Friday, 4 May 2012

Carl Jung thoughts

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§  Death is psychologically as important as birth... Shrinking away from it is something unhealthy and abnormal which robs the second half of life of its purpose.
§  Everything that irritates us about others can lead us to an understanding of ourselves.
§  Follow that will and that way which experience confirms to be your own.
§  Great talents are the most lovely and often the most dangerous fruits on the tree of humanity. They hang upon the most slender twigs that are easily snapped off.
§  I cannot love anyone if I hate myself. That is the reason why we feel so extremely uncomfortable in the presence of people who are noted for their special virtuousness, for they radiate an atmosphere of the torture they inflict on themselves. That is not a virtue but a vice.
§  I could not say I believe— I know! I have had the experience of being gripped by something that is stronger than myself, something that people call God. (When asked if he believed in God.)
§  I have never encountered a difficulty that was not truly the difficulty of myself.
§  If one does not understand a person, one tends to regard him as a fool.
§  Art is a kind of innate drive that seizes a human being and makes him its instrument. The artist is not a person endowed with free will who seeks his own ends, but one who allows art to realize its purpose through him. As a human being he may have moods and a will and personal aims, but as an artist he is "man" in a higher sense— he is "collective man"— one who carries and shapes the unconscious, psychic forms of mankind.
§  Children are educated by what the grownup is and not by what he says.
§  If people can be educated to see the lowly side of their own natures, it may be hoped that they will also learn to understand and to love their fellow men better. A little less hypocrisy and a little more tolerance towards oneself can only have good results in respect for our neighbor; for we are all too prone to transfer to our fellows the injustice and violence we inflict upon our own natures.
§  In the second half of life the necessity is imposed of recognizing no longer the validity of our former ideals but of their contraries. Of perceiving the error in what was previously our conviction, of sensing the untruth in what was our truth, and of weighing the degree of opposition, and even of hostility, in what we took to be love.
§  Man needs difficulties; they are necessary for health.
§  Man's task is to become conscious of the contents that press upward from the unconscious.
§  Nothing has a stronger influence psychologically on their environment and especially on their children than the unlived life of the parent.
§  Nothing worse could happen to one than to be completely understood.
§  Superstition and accident manifest the will of God.
§  The achievements which society rewards are won at the cost of diminution of personality.
§  The attainment of wholeness requires one to stake one’s whole being. Nothing less will do; there can be no easier conditions, no substitutes, no compromises.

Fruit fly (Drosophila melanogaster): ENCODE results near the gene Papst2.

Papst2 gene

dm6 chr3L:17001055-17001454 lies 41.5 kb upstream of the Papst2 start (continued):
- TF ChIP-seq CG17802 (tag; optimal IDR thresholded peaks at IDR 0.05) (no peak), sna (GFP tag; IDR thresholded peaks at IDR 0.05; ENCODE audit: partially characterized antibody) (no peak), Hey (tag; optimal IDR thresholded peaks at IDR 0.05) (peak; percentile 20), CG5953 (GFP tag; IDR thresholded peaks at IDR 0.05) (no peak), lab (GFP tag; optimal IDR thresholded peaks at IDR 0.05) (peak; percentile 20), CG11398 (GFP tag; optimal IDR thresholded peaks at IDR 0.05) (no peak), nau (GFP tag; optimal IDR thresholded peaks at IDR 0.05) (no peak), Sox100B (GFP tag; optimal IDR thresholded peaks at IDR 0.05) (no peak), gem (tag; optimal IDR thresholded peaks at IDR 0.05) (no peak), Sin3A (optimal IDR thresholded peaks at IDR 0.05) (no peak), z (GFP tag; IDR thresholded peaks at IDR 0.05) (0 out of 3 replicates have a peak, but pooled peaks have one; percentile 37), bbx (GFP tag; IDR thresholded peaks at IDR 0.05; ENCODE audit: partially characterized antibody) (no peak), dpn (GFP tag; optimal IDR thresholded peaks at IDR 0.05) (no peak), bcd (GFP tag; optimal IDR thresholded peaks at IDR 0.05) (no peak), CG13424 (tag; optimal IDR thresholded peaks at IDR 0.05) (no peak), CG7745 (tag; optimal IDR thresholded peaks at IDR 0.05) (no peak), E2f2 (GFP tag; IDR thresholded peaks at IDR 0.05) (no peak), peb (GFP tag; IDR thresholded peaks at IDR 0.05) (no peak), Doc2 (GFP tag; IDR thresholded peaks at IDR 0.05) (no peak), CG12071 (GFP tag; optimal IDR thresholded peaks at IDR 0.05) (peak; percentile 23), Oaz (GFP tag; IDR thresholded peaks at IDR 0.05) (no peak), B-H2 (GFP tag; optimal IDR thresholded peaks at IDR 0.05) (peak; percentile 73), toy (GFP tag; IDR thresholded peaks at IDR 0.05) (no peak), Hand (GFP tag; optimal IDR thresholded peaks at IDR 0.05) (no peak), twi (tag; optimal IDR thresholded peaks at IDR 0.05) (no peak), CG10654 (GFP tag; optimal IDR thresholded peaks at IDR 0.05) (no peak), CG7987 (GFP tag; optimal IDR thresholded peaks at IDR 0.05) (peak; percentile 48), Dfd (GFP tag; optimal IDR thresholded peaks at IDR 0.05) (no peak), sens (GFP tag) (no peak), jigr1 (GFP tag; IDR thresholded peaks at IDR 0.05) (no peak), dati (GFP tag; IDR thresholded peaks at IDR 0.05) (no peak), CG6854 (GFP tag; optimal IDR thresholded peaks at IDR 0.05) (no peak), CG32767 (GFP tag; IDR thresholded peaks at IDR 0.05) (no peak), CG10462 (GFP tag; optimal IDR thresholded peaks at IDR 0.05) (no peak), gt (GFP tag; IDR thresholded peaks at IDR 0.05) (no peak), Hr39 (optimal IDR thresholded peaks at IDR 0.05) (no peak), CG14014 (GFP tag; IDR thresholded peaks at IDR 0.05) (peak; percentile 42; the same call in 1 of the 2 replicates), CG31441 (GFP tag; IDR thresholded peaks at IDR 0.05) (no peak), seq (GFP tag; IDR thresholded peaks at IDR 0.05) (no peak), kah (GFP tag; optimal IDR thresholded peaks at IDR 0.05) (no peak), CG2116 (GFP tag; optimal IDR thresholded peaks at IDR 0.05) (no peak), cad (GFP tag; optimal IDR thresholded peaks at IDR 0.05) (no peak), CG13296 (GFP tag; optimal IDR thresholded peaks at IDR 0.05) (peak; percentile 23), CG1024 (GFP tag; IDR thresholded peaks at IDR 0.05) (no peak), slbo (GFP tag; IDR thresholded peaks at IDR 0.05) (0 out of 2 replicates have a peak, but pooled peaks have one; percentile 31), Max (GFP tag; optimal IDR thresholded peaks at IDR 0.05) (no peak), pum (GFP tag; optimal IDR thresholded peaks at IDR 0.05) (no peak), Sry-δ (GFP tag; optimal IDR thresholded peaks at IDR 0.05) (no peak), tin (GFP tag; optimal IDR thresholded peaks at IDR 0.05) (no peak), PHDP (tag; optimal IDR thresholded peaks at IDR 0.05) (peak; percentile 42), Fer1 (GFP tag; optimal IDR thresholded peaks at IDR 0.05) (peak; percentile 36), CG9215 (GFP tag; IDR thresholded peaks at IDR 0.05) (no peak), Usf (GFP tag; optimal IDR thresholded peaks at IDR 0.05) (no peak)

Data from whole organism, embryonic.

§  The brain is viewed as an appendage of the genital glands. (Comment upon Freudian psychology).
§  The creation of something new is not accomplished by the intellect, but by the play instinct acting from inner necessity. The creative mind plays with the object it loves.
§  The Collected Works of C. G. Jung: Psychological types
§  The foundation of all mental illness is the avoidance of true suffering.
§  The greatest and most important problems of life are all fundamentally insoluble. They can never be solved but only outgrown.
§  The healthy man does not torture others — generally it is the tortured who turn into torturers.
§  The most terrifying thing is to accept oneself completely.
§  Through pride we are ever deceiving ourselves. But deep down below the surface of the average conscience a still, small voice says to us, something is out of tune.
§  We cannot change anything unless we accept it. Condemnation does not liberate, it oppresses.
§  What youth found and must find outside, the man of life's afternoon must find within himself. Here we face new problems which often cause the doctor no light headache. The transition from morning to afternoon means a revaluation of the earlier values. There comes the urgent need to appreciate the value of the opposite of our former ideals, to perceive the error in our former convictions, to recognize the untruth in our former truth, and to feel how much antagonism and even hatred lay in what, until now, had passed for love.
§  When an inner situation is not made conscious, it appears outside as fate.
§  Whenever justice is uncertain and police spying and terror are at work, human beings fall into isolation, which, of course, is the aim and purpose of the dictator state, since it is based on the greatest possible accumulation of depotentiated social units.
§  Your vision will become clear only when you look into your heart ... Who looks outside, dreams. Who looks inside, awakens.
§  Neurosis is always a substitute for legitimate suffering.

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